“At best the EU may be able to avoid significantly increasing its gas purchases from Russia. Any attempt to improve energy security by reducing European reliance on Russia would require either a significant reduction in overall gas demand or a big increase in alternative sources of supply, but neither of these appears likely,” Fitch said.

European shale gas remains in its infancy and Fitch believes it will take “at least a decade” for production to reach meaningful volumes. By that point, of course it would probably only offset the decline in production from Europe's conventional gas wells and won’t be a US-style bonanza some are imagining. 

Piped gas imports to Europe from markets other than Russia are also likely to remain limited. Fitch opined that the Trans Anatolian Natural Gas Pipeline is the only viable non-Russian pipeline under consideration. This could provide 31 billion cubic metres of gas per annum by 2026, but that’s not enough to cover the incremental increase in gas demand the agency expects over the period, let alone replace any supplies from Russia!

Additionally LNG supplies will rise, but the market is unlikely to be large enough to gain market share against Russian gas. A candid and brutal assessment, just the sort this blogger likes, but maybe not the policymakers with camera facing soundbites in Brussels. That’s all for the moment folks! Keep reading, keep it ‘crude’!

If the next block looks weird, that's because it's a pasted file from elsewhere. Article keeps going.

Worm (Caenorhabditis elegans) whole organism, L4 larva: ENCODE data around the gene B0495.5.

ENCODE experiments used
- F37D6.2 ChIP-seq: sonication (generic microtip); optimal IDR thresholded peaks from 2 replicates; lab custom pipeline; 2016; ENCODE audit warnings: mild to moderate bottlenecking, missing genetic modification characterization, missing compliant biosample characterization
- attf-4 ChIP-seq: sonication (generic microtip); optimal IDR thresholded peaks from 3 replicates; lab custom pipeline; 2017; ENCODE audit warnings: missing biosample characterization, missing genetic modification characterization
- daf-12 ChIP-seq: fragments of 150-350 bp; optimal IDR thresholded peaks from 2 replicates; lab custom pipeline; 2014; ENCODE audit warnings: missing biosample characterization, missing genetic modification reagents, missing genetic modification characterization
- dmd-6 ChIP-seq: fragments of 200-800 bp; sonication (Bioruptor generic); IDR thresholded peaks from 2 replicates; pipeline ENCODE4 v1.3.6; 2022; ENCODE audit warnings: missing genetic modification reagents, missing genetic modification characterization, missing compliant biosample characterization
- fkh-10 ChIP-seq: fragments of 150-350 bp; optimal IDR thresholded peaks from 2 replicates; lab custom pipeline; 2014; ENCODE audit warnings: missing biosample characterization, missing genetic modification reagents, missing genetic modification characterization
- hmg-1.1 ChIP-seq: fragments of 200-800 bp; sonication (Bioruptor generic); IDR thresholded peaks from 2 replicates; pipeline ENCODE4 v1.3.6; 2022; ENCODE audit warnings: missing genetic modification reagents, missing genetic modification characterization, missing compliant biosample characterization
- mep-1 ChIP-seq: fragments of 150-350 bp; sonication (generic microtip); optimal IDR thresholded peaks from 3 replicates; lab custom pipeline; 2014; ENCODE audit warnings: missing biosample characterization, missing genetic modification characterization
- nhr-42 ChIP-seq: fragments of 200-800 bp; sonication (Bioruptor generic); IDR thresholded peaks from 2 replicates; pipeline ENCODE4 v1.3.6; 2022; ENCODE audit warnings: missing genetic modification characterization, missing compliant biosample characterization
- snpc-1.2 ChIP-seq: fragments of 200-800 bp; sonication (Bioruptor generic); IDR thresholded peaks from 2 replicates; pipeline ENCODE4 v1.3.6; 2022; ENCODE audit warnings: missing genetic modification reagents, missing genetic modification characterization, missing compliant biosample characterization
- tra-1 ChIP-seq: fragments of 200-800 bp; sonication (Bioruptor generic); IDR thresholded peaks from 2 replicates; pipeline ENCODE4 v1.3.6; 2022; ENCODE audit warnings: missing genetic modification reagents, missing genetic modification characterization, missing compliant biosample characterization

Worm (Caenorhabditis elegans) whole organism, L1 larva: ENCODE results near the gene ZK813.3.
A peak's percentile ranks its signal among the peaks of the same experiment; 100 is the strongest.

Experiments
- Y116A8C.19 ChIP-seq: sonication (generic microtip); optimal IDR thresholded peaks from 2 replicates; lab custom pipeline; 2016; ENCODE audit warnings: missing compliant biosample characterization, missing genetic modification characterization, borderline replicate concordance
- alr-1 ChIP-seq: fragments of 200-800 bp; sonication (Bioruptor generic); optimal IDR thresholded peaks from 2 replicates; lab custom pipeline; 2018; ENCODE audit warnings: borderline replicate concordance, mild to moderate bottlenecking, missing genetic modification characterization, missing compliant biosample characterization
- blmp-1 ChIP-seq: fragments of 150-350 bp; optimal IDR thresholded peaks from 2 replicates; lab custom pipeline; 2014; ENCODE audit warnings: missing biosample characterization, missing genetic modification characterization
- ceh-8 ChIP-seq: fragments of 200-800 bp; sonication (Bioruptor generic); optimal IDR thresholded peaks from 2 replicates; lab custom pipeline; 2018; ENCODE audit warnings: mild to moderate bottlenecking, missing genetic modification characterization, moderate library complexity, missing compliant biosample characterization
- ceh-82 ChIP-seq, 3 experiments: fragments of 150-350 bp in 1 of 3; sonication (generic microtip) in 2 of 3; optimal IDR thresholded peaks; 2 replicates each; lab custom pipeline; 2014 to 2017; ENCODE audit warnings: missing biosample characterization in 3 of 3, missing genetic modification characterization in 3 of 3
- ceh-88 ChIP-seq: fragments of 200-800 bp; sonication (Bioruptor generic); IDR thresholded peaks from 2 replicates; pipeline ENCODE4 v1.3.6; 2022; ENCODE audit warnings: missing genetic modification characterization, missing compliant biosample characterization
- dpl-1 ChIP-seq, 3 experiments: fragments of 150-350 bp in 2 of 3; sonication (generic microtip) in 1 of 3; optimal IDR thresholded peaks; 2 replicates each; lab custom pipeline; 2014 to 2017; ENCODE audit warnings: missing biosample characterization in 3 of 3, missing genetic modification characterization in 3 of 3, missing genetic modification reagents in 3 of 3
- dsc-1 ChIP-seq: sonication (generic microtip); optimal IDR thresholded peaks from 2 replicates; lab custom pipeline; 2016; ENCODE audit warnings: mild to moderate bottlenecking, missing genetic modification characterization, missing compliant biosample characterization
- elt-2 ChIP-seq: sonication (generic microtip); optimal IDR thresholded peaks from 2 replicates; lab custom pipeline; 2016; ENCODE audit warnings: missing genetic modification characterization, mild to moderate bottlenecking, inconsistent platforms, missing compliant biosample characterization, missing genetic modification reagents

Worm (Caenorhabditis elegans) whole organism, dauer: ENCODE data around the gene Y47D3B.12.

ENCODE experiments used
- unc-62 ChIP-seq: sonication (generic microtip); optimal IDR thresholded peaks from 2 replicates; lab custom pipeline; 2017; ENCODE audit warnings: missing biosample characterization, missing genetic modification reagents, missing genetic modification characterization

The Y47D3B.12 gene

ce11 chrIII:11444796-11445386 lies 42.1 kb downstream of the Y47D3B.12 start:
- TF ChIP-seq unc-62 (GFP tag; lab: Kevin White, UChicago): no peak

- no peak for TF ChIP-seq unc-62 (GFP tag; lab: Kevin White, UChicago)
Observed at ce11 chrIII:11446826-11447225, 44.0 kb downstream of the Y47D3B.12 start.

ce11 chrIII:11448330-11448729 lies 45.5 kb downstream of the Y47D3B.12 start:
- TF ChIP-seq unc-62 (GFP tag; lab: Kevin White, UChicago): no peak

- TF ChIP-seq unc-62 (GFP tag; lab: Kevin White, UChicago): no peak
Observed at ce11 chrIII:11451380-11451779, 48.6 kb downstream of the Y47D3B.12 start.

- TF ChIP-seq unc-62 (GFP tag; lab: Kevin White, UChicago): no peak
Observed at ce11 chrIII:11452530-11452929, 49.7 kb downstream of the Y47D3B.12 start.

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© Gaurav Sharma 2014. Photo: Oil tanker in Bosphorus, Istanbul, Turkey © Gaurav Sharma, March 2014.

Wednesday, August 13, 2014

Not that taut: Oil markets & geopolitical tension

The month of August has brought along a milestone for the Oilholics Synonymous Report, but let’s get going with crude matters for starters as oil markets continue to resist a risk premium driven spike.

The unfolding tragedy in Iraq, Libya’s troubles, Nigerian niggles and the fear of Ebola hitting exploration and production activity in West Africa, are more than enough to provide many paper traders with the pretext to go long and spook us all. Yet, the plentiful supply and stunted OECD demand scenario that’s carried over from last month has made geopolitical tension tolerable. As such its not percolating through to influence market sentiment in any appreciable fashion, bringing about a much needed price correction.

It wasn’t the news of US air strikes on ISIS that drove Brent down to a nine month low this week, rather the cautious mood of paper traders that did it. Among that lot were hedge fund guys n’ gals who burnt their fingers recently on long bets (that backfired spectacularly in July), and resisted going long as soon as news of the latest Iraqi flare-up surfaced, quite unlike last time.

According to ICE data, hedge funds and other money managers reduced net bullish bets on Brent futures to 97,351 contracts in the week to August 5; the lowest on books since February 4. Once bitten, twice shy and you all know why. Brent price is now comfortably within the Oilholic’s predicted price range for 2014.